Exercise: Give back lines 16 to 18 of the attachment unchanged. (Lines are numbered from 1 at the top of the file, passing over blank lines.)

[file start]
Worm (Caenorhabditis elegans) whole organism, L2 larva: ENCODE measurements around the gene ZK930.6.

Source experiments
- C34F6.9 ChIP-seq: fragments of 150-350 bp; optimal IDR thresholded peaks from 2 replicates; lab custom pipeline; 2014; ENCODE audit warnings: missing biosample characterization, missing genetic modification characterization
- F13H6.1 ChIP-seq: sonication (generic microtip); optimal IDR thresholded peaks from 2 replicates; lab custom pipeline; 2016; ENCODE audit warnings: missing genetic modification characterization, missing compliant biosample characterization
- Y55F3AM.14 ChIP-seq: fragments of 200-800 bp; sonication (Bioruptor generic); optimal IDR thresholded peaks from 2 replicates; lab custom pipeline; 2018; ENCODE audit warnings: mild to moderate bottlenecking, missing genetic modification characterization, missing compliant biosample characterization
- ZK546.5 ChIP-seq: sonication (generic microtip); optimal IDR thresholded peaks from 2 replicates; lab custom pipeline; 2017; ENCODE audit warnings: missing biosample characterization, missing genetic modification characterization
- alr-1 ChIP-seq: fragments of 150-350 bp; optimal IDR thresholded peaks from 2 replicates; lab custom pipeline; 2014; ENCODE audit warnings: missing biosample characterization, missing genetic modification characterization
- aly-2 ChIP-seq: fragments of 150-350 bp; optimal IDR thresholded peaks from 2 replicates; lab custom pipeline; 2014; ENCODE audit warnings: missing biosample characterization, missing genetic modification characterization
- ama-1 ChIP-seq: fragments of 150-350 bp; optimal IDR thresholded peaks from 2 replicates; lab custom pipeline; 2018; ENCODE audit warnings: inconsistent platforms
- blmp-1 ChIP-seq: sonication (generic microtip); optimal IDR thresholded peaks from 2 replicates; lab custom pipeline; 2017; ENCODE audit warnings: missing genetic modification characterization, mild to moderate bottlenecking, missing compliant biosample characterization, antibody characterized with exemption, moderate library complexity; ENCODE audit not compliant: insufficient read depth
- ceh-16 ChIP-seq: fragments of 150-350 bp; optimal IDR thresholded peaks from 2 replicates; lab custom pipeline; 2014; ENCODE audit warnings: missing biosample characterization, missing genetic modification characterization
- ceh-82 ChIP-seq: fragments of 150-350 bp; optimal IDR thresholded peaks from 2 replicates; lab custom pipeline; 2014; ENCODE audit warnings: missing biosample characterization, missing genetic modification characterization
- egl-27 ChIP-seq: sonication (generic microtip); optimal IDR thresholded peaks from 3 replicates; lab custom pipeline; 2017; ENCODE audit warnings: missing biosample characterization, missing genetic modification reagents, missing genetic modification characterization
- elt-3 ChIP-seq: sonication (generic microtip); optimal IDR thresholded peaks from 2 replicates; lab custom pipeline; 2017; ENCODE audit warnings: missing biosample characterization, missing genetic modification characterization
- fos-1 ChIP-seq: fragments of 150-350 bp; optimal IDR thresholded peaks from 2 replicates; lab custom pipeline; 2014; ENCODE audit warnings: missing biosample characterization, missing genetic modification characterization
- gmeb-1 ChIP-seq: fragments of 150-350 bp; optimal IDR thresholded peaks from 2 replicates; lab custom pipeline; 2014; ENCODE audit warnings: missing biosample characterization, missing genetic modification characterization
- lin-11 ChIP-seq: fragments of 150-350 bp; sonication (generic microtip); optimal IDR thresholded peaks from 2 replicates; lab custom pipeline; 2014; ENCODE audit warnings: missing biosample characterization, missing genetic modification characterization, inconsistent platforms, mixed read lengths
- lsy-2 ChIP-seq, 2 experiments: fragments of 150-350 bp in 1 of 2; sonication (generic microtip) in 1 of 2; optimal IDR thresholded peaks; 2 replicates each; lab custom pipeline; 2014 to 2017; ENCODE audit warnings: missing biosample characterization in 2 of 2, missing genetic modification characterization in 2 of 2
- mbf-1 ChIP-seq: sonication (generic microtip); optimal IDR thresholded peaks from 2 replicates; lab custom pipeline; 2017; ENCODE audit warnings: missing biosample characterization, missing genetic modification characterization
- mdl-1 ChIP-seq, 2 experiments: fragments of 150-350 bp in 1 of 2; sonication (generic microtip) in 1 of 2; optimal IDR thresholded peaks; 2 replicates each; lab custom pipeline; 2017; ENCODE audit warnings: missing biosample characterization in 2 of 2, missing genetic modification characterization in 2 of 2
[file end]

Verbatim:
- gmeb-1 ChIP-seq: fragments of 150-350 bp; optimal IDR thresholded peaks from 2 replicates; lab custom pipeline; 2014; ENCODE audit warnings: missing biosample characterization, missing genetic modification characterization
- lin-11 ChIP-seq: fragments of 150-350 bp; sonication (generic microtip); optimal IDR thresholded peaks from 2 replicates; lab custom pipeline; 2014; ENCODE audit warnings: missing biosample characterization, missing genetic modification characterization, inconsistent platforms, mixed read lengths
- lsy-2 ChIP-seq, 2 experiments: fragments of 150-350 bp in 1 of 2; sonication (generic microtip) in 1 of 2; optimal IDR thresholded peaks; 2 replicates each; lab custom pipeline; 2014 to 2017; ENCODE audit warnings: missing biosample characterization in 2 of 2, missing genetic modification characterization in 2 of 2